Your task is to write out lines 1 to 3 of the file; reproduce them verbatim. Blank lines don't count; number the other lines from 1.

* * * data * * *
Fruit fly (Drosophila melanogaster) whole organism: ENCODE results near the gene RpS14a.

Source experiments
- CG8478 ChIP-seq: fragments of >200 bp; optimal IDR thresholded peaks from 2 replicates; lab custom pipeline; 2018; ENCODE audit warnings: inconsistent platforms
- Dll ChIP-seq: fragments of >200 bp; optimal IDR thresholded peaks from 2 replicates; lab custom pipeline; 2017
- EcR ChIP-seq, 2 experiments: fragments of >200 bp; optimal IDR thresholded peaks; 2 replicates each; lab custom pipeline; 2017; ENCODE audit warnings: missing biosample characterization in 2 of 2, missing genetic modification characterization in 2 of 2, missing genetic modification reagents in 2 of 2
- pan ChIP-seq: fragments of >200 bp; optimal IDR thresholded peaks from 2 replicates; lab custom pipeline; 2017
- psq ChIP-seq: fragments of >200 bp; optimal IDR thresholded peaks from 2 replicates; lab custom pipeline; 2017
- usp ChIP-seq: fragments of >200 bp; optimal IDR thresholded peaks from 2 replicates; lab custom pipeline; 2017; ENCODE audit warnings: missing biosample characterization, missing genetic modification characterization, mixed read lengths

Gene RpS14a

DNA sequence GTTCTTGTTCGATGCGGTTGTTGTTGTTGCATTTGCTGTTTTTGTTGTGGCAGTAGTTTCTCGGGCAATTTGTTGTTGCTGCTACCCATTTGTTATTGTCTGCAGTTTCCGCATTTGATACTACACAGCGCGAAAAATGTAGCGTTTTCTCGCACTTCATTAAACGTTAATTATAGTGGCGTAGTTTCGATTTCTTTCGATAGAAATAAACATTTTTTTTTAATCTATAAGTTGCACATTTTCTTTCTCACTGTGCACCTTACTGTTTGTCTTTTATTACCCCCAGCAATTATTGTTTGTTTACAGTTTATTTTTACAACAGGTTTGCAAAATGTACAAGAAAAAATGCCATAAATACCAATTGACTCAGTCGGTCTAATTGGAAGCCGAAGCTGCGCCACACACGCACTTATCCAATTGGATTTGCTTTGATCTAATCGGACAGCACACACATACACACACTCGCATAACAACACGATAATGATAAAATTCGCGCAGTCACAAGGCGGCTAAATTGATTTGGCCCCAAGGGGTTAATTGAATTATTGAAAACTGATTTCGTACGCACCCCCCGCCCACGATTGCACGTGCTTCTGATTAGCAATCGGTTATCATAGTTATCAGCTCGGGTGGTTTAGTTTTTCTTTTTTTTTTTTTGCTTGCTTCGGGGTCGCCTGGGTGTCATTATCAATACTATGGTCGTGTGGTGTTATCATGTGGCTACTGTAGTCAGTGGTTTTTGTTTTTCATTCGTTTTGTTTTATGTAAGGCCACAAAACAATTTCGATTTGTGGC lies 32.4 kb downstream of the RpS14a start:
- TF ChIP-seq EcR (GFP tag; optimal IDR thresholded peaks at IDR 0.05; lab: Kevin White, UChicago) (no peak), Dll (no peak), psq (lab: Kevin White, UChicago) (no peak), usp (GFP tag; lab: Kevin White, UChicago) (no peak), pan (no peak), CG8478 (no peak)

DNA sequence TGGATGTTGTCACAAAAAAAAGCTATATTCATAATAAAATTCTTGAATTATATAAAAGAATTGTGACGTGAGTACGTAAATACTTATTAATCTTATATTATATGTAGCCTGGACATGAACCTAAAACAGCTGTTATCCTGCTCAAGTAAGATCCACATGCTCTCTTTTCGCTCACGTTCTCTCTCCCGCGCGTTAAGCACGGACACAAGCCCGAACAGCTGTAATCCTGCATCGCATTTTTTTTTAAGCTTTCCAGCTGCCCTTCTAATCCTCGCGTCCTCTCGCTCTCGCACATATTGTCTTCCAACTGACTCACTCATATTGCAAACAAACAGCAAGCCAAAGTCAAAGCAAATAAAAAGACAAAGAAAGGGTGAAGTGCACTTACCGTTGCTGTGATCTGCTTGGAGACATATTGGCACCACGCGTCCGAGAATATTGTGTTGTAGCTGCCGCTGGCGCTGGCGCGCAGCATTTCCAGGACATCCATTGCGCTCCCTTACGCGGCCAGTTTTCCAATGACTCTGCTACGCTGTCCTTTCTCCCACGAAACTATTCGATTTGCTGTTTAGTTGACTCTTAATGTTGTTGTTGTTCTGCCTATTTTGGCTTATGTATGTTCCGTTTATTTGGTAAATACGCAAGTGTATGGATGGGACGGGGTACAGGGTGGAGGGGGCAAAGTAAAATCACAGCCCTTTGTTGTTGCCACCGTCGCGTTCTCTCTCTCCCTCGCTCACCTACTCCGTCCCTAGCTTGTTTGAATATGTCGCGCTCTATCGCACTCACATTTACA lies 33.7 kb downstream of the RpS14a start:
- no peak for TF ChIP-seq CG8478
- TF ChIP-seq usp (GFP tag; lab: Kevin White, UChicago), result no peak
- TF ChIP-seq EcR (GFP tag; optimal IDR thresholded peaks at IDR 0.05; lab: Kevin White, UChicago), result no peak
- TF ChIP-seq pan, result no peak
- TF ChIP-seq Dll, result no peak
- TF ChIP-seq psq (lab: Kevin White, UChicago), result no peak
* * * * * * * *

Fruit fly (Drosophila melanogaster) whole organism: ENCODE results near the gene RpS14a.

Source experiments
- CG8478 ChIP-seq: fragments of >200 bp; optimal IDR thresholded peaks from 2 replicates; lab custom pipeline; 2018; ENCODE audit warnings: inconsistent platforms